Purpose: Epidemiological study of second cancer risk for cancer survivors often requires the dose to normal tissues located outside the anatomy covered by radiological imaging, which is usually limited to tumor and organs at risk. We have investigated the feasibility of using whole body computational human phantoms for estimating out-of-field organ doses for patients treated by Intensity Modulated Radiation Therapy (IMRT). Methods: Identical 7-field IMRT prostate plans were performed using X-ray Voxel Monte Carlo (XVMC), a radiotherapy-specific Monte Carlo transport code, on the computed tomography (CT) images of the torso of an adult male patient (175 cm height, 66 kg weight) and an adult male hybrid computational phantom with the equivalent body size. Dose to the liver, right lung, and left lung were calculated and compared. Results: Considerable differences are seen between the doses calculated by XVMC for the patient CT and the hybrid phantom. One major contributing factor is the treatment method, deep inspiration breath hold (DIBH), used for this patient. This leads to significant differences in the organ position relative to the treatment isocenter. The transverse distances from the treatment isocenter to the inferior border of the liver, left lung, and right lung are 19.5cm, 29.5cm, and 30.0cm, respectively for the patient CT, compared with 24.3cm, 36.6cm, and 39.1cm, respectively, for the hybrid phantom. When corrected for the distance, the mean doses calculated using the hybrid phantom are within 28% of those calculated using the patient CT. Conclusion: This study showed that mean dose to the organs located in the missing CT coverage can be reconstructed by using whole body computational human phantoms within reasonable dosimetric uncertainty, however appropriate corrections may be necessary if the patient is treated with a technique that will significantly deform the size or location of the organs relative to the hybrid phantom.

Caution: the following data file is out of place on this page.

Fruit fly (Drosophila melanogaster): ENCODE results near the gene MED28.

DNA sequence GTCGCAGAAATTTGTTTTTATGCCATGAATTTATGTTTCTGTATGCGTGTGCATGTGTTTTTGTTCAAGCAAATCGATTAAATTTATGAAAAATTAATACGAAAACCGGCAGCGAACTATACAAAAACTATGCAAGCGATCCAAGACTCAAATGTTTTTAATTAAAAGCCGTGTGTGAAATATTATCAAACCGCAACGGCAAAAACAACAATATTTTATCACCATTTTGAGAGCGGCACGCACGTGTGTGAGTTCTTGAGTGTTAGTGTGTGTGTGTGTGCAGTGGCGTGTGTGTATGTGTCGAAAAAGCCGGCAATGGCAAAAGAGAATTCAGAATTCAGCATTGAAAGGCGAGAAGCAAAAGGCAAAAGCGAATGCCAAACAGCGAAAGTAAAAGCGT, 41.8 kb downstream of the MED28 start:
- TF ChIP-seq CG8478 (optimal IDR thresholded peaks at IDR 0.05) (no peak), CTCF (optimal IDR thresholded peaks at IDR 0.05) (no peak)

International Nuclear Information System (INIS)
This study aims to compare the doses received for patients submitted to brachytherapy High Dose Rate (HDR) brachytherapy, a method of treatment of the cervix carcinoma, performed in the planning system PLATO BPS with the doses obtained by Monte Carlo simulation using the radiation transport code MCNP 5 and one female anthropomorphic phantom based on voxel, the FAX. The implementation of HDR brachytherapy treatment for the cervix carcinoma consists of the insertion of an intrauterine probe and an intravaginal probe (ring or ovoid) and then two radiographs are obtained, anteroposterior (AP) and lateral (LAT) to confirm the position of the applicators in the patient and to allow the treatment planning and the determination of the absorbed dose at points of interest: rectum, bladder, sigmoid and point A, which corresponds anatomically to the crossings of the uterine arteries with ureters The absorbed doses obtained with the code MCNP 5, with the exception of the absorbed dose in the rectum and sigmoid for the simulation considering a point source of 192Ir, are lower than the absorbed doses from PLATO BPS calculations because the MCNP 5 considers the chemical compositions and densities of FAX body, not considering the medium as water. When considering the Monte Carlo simulation for a source with dimensions equal to that used in the brachytherapy irradiator used in this study, the values of calculated absorbed dose to the bladder, to the rectum, to the right point A and to the left point A were respectively lower than those determined by the treatment planning system in 33.29, 5.01, 22.93 and 19.04%. These values are almost all larger than the maximum acceptable deviation between patient planned and administered doses (5 %). With regard to the rectum and bladder, which are organs that must be protected, the present results are in favor of the radiological protection of patients. The point A, that is on the isodose of 100%, used to tumor treatment, the results indicate an